Browsing School of Arts and Sciences by Subject "aquaculture"
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Conditions for staggering and delaying outplantings of the kelps Saccharina latissima and Alaria marginata for maricultureWe describe a method for production of kelp using meiospore seeding creating flexibility for extended storage time prior to outplanting. One bottleneck to expansion of the kelp farming industry is the lack of flexibility in timing of seeded twine production, which is dependent on the fertility of wild sporophytes. We tested methods to slow gametophyte growth and reproduction of early life stages by manipulating temperature of the kelp Saccharina latissima. Reducing temperature from 12 C to 4 C reduced gametophyte size, sporophyte size, egg production, and sporophyte production and subsequently was the best candidate condition for storage experiments of seeded twine. Next, we examined how storage of Alaria marginata and S. latissima seeded twine at 4 C under differing nutrient concentrations affected the viability of sporelings after being moved into optimal growth conditions. Seeded twine storage at 4 C with no alteration to culturing media showed no negative effects in sporophyte density and sporophyte length for both species. This method for seeded twine storage, “cold banking,” allowed seeded twine storage for at least an additional 36 days compared to standard methods, with a total of 56 days spent in the hatchery providing opportunity for outplanting timing and staggering to enhance aquaculture efficiency.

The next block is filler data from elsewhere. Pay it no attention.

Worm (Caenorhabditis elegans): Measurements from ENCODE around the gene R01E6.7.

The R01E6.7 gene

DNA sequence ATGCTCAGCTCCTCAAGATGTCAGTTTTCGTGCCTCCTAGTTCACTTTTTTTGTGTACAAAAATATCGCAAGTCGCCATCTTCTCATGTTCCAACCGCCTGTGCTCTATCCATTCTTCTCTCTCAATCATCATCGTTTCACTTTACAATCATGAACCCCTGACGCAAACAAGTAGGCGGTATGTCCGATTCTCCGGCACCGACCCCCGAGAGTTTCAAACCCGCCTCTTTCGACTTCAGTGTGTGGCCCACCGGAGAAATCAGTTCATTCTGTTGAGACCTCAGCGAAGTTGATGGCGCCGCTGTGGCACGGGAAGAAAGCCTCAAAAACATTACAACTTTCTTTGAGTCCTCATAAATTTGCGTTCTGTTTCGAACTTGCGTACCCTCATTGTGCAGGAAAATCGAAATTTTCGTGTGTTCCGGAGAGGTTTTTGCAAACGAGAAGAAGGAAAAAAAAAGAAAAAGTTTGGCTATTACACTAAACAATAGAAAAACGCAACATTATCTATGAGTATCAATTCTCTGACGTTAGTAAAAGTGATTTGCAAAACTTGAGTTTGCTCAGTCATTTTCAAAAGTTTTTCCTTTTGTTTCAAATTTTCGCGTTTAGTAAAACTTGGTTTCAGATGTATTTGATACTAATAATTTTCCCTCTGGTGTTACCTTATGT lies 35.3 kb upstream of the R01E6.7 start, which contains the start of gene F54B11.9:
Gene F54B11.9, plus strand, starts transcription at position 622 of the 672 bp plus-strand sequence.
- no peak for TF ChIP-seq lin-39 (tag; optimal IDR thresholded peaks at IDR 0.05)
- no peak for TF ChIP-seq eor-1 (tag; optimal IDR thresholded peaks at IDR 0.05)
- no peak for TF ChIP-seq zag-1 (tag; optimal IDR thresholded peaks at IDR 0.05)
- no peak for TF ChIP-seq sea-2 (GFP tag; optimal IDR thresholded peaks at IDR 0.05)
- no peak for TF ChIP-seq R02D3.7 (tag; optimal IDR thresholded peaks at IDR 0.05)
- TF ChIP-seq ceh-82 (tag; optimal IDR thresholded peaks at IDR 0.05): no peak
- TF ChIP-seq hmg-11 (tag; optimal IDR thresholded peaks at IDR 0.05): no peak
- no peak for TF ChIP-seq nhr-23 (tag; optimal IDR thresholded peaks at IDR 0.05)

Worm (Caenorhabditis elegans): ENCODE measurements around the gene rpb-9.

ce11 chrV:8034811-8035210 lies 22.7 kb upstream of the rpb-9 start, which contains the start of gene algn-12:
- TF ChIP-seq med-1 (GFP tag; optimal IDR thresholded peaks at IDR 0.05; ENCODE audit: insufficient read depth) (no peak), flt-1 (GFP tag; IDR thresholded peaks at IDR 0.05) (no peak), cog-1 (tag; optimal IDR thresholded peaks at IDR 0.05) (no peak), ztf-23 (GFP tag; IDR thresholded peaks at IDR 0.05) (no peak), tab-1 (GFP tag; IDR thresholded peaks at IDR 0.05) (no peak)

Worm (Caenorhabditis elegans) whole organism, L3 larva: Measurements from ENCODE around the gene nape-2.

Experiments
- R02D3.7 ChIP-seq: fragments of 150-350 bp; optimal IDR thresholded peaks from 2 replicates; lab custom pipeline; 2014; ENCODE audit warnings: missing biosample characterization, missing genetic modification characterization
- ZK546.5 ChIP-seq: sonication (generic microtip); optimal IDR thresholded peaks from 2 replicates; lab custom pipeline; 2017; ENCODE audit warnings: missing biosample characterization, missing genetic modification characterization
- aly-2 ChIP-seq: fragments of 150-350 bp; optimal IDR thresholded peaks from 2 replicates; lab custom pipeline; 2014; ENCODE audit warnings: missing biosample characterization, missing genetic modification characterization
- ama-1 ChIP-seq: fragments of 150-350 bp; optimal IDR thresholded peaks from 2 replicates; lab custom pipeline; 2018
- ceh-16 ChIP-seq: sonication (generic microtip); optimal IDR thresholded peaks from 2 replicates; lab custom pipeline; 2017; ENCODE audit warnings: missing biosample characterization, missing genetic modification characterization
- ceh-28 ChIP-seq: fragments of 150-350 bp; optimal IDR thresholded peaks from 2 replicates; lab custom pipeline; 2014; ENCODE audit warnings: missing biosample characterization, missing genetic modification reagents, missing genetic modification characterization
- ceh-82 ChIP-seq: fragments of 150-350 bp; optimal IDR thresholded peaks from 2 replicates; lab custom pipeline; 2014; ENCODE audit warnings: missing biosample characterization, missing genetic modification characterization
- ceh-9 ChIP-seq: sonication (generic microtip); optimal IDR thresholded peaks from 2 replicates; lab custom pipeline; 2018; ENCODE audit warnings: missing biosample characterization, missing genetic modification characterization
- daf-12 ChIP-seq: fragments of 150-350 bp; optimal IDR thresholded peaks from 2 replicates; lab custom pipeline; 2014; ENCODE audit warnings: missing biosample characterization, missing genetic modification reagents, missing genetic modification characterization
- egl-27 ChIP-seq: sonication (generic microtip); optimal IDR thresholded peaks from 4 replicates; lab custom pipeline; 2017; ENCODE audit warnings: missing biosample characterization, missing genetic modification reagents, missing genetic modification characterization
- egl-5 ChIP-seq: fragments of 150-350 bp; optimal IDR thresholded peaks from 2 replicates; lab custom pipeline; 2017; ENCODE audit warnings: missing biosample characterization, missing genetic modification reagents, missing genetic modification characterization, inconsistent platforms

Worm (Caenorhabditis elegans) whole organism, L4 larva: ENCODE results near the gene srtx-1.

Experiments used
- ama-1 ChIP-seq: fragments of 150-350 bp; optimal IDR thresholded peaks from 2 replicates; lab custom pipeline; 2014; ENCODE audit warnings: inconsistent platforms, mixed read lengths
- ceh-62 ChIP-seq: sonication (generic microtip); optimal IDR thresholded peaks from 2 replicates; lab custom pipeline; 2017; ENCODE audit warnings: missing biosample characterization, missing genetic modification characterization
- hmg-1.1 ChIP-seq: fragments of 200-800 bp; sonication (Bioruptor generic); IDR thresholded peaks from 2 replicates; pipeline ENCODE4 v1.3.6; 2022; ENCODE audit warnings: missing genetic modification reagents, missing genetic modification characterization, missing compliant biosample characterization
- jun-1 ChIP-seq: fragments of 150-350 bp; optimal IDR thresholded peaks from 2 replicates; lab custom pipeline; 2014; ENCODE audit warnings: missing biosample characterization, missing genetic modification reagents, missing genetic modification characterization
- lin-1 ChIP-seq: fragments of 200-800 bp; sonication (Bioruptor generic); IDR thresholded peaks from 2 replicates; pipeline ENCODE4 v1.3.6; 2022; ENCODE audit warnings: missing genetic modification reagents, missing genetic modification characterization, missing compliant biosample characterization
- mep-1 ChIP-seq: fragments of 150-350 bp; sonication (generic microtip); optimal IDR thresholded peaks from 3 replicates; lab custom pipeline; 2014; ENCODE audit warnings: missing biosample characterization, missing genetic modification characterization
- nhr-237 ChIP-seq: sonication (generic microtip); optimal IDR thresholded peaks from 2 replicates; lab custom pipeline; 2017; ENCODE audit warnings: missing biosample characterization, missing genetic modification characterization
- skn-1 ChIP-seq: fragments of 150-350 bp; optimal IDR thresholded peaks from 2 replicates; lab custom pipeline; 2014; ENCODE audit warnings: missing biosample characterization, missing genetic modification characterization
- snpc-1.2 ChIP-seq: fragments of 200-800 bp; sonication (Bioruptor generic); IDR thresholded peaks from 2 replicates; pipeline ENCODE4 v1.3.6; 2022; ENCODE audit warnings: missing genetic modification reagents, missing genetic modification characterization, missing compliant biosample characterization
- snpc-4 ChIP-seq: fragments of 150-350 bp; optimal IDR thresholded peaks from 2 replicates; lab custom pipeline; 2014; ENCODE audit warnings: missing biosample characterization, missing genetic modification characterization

Humpback whales feed on hatchery-released juvenile salmonHumpback whales are remarkable for the behavioural plasticity of their feeding tactics and the diversity of their diets. Within the last decade at hatchery release sites in Southeast Alaska, humpback whales have begun exploiting juvenile salmon, a previously undocumented prey. The anthropogenic source of these salmon and their important contribution to local fisheries makes the emergence of humpback whale predation a concern for the Southeast Alaska economy. Here, we describe the frequency of observing humpback whales, examine the role of temporal and spatial variables affecting the probability of sighting humpback whales and describe prey capture behaviours at five hatchery release sites. We coordinated twice daily 15 min observations during the spring release seasons 2010–2015. Using logistic regression, we determined that the probability of occurrence of humpback whales increased after releases began and decreased after releases concluded. The probability of whale occurrence varied among release sites but did not increase significantly over the 6 year study period. Whales were reported to be feeding on juvenile chum, Chinook and coho salmon, with photographic and video records of whales feeding on coho salmon. The ability to adapt to new prey sources may be key to sustaining their population in a changing ocean.